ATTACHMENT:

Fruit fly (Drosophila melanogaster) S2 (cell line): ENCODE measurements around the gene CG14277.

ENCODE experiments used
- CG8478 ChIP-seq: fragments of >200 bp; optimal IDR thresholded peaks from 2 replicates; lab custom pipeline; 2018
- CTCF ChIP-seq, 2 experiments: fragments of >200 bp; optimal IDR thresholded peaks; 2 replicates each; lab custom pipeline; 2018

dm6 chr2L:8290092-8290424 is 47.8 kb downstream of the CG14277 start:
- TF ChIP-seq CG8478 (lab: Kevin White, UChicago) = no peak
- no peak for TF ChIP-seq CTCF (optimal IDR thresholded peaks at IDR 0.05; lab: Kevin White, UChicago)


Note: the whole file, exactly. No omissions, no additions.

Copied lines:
Fruit fly (Drosophila melanogaster) S2 (cell line): ENCODE measurements around the gene CG14277.

ENCODE experiments used
- CG8478 ChIP-seq: fragments of >200 bp; optimal IDR thresholded peaks from 2 replicates; lab custom pipeline; 2018
- CTCF ChIP-seq, 2 experiments: fragments of >200 bp; optimal IDR thresholded peaks; 2 replicates each; lab custom pipeline; 2018

dm6 chr2L:8290092-8290424 is 47.8 kb downstream of the CG14277 start:
- TF ChIP-seq CG8478 (lab: Kevin White, UChicago) = no peak
- no peak for TF ChIP-seq CTCF (optimal IDR thresholded peaks at IDR 0.05; lab: Kevin White, UChicago)